Wednesday, September 26, 2007

No Holes in Holes

Since I suffer from OHD, I'm going to share some more of the highlighted stuff from Les Edgerton's book, Hooked.

He breaks a well-written opening into clearly defined parts. I am particularly intrigued by the terms "surface problem" vs "story-worthy problem" and "surface goal" vs "story-worthy goal."

("Surface", of course, means just that - the specific, clearly defined problem that might set the story in motion. "Story-worthy", on the other hand, is the larger, big-picture problem woven throughout the story - what the story is ultimately about as far as theme, etc.)

Here is how Edgerton breaks down the opening of Holes by Louis Sachar:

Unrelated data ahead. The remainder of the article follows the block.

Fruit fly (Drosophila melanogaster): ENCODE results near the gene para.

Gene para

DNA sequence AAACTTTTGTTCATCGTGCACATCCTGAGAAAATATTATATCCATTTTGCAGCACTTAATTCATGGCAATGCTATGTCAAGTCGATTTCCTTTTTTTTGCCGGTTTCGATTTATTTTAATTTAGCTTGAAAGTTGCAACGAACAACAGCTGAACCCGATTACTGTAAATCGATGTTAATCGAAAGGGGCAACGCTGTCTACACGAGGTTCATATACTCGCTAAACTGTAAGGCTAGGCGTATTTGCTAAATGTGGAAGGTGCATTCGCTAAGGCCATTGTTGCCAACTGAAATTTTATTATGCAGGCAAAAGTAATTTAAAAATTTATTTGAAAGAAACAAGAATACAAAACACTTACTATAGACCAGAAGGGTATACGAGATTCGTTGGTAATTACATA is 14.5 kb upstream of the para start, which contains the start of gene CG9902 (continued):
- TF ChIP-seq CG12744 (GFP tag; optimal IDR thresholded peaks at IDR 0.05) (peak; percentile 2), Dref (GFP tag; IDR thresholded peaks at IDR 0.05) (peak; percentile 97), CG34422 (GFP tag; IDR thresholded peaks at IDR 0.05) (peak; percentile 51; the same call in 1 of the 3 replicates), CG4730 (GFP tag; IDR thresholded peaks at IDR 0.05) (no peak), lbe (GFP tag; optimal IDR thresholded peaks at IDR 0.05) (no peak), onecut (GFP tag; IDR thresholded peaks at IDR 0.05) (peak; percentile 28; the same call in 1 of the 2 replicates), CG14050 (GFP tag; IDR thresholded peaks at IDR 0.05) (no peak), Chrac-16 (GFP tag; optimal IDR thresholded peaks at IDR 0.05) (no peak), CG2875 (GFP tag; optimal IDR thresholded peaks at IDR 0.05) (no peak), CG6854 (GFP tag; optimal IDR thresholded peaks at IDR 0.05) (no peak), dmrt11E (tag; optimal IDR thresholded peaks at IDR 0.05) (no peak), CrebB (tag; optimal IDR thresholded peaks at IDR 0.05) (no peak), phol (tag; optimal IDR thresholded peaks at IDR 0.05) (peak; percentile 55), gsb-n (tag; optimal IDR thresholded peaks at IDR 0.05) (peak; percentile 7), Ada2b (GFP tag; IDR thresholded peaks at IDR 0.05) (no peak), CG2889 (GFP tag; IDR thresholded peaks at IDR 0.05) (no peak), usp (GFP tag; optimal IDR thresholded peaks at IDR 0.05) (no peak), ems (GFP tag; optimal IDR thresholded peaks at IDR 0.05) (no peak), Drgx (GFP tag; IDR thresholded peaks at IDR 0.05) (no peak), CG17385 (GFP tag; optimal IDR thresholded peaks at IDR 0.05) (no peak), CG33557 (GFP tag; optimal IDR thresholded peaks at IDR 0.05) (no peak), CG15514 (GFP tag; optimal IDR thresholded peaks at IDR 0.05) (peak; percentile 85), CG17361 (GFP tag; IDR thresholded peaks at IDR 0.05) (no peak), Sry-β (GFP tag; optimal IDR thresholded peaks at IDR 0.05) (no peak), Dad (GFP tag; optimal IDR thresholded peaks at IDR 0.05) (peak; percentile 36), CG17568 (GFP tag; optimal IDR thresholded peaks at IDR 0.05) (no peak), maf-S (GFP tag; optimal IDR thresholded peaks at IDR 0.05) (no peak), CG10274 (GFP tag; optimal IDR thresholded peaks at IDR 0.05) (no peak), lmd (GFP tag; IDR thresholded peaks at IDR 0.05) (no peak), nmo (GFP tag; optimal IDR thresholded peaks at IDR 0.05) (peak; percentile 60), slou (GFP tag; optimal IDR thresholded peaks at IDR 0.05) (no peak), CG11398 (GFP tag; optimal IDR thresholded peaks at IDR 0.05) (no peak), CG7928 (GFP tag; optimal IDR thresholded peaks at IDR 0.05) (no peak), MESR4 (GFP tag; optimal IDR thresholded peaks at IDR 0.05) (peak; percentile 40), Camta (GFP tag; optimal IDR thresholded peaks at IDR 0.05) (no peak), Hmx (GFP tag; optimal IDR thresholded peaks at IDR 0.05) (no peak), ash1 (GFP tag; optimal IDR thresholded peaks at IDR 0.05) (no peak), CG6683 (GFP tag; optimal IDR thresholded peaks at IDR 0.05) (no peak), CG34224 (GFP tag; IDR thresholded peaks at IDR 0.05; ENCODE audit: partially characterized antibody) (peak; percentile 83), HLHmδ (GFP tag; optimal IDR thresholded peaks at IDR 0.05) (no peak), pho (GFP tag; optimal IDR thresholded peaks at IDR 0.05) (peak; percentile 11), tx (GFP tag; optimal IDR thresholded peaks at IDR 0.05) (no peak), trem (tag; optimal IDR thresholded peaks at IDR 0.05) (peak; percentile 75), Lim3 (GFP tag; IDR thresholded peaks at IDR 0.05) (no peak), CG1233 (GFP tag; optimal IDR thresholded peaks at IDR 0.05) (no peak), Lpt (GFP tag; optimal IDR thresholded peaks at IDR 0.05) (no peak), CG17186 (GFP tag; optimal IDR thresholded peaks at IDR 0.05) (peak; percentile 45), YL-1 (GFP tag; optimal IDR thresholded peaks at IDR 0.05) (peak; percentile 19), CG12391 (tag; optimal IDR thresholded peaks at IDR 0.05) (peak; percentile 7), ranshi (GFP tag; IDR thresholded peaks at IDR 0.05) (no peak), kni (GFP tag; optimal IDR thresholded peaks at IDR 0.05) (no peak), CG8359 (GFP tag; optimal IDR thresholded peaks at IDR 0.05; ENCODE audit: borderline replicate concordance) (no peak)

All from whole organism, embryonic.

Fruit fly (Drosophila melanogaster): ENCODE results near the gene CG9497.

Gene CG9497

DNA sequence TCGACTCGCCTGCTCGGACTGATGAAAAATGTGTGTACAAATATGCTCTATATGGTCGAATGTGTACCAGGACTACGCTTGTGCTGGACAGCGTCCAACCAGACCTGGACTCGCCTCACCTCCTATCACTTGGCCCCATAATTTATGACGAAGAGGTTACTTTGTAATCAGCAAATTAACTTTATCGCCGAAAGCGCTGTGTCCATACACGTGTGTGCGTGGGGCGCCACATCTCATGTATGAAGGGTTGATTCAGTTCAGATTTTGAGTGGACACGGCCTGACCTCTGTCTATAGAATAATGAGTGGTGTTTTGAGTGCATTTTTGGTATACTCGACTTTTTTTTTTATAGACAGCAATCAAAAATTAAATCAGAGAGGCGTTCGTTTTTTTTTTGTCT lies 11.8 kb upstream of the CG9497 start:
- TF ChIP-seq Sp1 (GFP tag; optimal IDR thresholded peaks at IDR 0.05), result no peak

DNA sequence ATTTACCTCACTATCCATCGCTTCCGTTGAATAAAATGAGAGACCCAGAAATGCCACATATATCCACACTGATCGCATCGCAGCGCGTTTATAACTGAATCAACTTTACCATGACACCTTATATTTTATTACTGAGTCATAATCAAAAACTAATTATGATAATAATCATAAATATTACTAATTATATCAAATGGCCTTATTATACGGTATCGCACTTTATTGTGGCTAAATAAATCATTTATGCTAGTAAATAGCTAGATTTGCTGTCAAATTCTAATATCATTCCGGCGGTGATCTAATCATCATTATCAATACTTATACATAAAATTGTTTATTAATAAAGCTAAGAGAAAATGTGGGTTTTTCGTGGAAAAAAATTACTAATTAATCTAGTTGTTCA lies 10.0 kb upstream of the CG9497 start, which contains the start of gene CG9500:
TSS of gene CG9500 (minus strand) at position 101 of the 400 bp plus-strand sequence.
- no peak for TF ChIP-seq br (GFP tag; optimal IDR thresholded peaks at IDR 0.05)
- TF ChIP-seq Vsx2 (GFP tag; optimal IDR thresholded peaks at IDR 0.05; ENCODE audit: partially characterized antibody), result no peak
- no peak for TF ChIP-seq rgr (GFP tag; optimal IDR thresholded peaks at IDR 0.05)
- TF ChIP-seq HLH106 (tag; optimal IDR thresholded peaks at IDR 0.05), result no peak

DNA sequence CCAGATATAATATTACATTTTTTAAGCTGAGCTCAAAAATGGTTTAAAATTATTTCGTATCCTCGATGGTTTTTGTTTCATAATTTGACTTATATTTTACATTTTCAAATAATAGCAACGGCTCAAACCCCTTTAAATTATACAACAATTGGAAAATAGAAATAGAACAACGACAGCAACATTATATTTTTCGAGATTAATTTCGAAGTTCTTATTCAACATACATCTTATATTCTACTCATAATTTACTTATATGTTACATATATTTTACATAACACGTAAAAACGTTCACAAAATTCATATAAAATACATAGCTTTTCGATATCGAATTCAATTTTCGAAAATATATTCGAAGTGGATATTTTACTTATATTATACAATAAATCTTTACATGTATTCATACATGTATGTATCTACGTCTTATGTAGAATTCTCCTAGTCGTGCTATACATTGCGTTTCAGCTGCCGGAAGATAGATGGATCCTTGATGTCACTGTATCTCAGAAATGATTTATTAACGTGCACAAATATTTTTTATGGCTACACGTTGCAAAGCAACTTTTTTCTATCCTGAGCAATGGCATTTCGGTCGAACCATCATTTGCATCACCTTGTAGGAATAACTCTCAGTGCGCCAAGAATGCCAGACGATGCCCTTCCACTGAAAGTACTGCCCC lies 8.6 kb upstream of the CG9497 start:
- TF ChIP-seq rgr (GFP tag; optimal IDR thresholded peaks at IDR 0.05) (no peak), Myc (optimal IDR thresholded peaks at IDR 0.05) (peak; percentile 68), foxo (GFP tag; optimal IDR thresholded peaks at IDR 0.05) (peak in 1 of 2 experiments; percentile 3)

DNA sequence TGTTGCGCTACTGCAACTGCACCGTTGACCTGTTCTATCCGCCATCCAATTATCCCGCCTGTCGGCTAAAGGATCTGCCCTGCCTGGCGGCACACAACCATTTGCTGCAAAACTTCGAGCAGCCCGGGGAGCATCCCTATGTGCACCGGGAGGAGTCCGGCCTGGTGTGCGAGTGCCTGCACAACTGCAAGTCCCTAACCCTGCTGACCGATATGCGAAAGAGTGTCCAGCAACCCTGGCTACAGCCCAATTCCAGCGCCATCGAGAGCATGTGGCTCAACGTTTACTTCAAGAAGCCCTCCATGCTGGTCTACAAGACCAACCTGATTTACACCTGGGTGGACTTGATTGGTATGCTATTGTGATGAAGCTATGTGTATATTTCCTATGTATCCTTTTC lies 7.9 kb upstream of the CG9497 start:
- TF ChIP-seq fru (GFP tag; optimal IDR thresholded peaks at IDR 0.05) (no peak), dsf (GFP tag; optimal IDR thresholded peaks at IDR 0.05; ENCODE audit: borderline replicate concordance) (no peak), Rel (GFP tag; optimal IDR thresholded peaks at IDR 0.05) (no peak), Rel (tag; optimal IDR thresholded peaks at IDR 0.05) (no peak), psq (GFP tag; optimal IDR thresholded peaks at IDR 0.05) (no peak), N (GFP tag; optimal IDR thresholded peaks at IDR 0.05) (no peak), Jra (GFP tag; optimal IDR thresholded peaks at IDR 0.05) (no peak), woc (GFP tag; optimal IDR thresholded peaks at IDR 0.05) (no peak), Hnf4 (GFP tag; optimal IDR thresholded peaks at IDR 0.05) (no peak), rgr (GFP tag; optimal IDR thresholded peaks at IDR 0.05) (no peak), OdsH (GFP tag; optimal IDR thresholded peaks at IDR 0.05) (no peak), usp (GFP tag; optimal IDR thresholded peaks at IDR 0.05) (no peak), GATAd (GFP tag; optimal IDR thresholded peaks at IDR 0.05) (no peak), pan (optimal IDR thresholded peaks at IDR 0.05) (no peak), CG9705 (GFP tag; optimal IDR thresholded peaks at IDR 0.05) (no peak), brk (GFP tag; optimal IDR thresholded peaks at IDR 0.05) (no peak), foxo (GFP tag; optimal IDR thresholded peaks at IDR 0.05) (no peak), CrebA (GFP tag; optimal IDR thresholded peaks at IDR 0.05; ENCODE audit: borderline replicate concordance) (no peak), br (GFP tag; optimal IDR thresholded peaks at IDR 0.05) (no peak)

• Opening backstory: The curse on Stanley's family; why Stanley is on the bus going to juvie camp
  • Setup: Camp Green Lake and the warden; intro to Stanley
  • Inciting Incident: Stanley sent to Camp Green Lake
  • Surface problem: To find a way to survive camp and the warden
  • Surface goal: To return home
  • Story-worthy problem: To overcome the family curse
  • Story-worthy goal: To become a "self-sufficient young adult who no longer allows himself to be a victim"
I love those labels. They're nice and tidy and organized.

But did Sachar really think about them while he was writing the first draft?

A good writer is certainly aware of structure and uses it wisely during first draft - but I think that the real solid walls of structure probably come during revision.

1 comment:

jama said...

Great stuff, Barbara. I think you're right. There's so much to worry about during that first draft, trying to begin properly. I think revision is the time to go over this checklist, and to really add the mortar to the building bricks you set down.